Looking at what I knew of him, I knew that he broke into our house to steal food. What kind of person would do that and still consider themselves virtuous - which most people do? I thought about old action movies, Thief-of-Baghdad type stuff, and decided that The Tub would consider himself a kind of swaggering, charming rogue - but a rogue still perfectly capable of getting frightened when approached by a strange human, because he remained, after all, a cat. Everyone is the hero of their own story, so I decided to exaggerate that in the case of The Tub. As Mika refers to herself in the third person, I thought The Tub should too - but I didn't know his name and anyway he wouldn't call himself The Tub. Hence was born a fictional cat who refers to himself as 'our hero' - 'You not gonna hurt our hero?' is still one of my favourite lines, mixing diction as it does - but who also uses complete sentences, as Mika's shorthand was ill-suited to his more mock-heroic style. The Tub will say 'he' where Mika won't say 'she', but like Mika, the word 'I' is too abstract for his vocabulary.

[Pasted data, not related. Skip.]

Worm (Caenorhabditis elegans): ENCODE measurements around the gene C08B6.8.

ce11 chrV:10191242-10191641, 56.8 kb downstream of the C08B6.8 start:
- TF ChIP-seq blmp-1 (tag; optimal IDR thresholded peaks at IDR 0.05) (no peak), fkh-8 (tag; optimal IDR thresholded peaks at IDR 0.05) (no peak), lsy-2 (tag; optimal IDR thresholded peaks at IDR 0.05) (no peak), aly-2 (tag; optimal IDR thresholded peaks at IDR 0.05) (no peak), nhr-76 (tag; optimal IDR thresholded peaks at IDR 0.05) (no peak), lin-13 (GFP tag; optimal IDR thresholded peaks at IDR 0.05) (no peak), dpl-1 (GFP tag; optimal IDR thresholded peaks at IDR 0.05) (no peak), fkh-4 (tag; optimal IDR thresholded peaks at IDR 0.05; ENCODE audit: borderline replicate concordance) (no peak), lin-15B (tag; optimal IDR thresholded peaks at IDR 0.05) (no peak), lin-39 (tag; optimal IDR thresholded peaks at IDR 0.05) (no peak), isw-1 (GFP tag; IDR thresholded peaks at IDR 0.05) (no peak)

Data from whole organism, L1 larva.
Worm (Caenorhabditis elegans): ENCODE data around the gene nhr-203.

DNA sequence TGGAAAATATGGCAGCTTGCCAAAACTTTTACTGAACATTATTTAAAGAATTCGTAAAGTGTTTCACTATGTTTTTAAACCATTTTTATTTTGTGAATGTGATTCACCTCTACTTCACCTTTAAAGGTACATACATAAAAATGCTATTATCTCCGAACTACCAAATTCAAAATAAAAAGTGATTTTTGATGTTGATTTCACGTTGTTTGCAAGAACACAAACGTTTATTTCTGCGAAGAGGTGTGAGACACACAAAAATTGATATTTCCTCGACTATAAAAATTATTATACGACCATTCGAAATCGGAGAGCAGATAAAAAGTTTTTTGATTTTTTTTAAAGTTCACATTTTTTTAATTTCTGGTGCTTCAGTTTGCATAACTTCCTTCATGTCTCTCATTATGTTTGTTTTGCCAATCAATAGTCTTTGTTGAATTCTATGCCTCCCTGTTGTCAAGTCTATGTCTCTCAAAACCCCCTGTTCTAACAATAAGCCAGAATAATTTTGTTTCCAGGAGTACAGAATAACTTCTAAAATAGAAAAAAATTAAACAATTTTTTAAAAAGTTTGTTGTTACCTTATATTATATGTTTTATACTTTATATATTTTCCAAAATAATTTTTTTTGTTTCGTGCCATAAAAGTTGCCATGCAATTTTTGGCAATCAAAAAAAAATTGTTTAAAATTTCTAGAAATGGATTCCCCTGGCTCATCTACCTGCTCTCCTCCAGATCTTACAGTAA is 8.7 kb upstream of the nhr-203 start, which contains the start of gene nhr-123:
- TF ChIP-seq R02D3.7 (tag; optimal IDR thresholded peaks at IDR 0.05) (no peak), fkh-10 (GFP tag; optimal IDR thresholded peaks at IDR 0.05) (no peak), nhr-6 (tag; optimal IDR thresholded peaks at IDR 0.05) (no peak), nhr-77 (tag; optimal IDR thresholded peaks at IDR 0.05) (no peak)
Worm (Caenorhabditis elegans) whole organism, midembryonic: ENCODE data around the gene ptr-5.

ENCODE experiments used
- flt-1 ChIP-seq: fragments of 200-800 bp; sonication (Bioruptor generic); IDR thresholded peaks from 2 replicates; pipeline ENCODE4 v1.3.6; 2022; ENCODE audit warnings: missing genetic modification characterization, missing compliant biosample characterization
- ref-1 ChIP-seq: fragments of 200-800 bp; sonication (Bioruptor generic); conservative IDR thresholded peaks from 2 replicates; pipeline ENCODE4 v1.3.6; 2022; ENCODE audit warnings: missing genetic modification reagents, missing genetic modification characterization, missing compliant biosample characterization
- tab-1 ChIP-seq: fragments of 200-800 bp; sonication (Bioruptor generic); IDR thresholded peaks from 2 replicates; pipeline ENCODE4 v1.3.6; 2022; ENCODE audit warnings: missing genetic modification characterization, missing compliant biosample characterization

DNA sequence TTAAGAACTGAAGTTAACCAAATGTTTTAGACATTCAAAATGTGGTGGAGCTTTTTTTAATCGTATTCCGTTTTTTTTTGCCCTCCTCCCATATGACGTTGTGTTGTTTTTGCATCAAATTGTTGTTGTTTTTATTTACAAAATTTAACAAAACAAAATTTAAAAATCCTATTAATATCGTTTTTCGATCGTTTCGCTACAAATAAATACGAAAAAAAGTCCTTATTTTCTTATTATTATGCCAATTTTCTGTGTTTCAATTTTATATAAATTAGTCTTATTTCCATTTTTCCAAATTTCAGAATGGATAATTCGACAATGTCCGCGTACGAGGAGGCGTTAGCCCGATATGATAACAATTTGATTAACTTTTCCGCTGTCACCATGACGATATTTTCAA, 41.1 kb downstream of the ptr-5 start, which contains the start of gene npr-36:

The latest character to enter Mika's fictional life is the wee mouse she dragged in alive, always a grim spectacle. Cats are established in the Mikalogues as grandiose one way or another, but how to write a mouse? The poor little beastie was so utterly dwarfed by every other player in the scene that it seemed wrong to use the same kind of visuals for it; I tried putting its words in a smaller font but Blogger refused to oblige, but I was able to keep the other elements: the absence of capital letters and the sentences that neither begin nor end but drift itallically in and out of the little brain's cloudy consciousness. It seemed to me that, given a brain so small a human could dry-swallow it, mice cannot live in a world of coherent thought; the experience of a mouse must be instead a series of impressions. For this reason, I decided that poetry would be the best way to convey a mouse. I'd already established quotations - in Proofing Mikalogue, Mika quoted 'Burning is no argument', which I'd thought was Rousseau but the Internet suggests is John Reuchlin, so it was already an option. But more than that, poetry is as close as people come to impressionistic writing, and the fact that the mouse thinks in quotations creates a kind of disconnect between its experience, bounded by quotations, and ours, referring more directly to what's happening.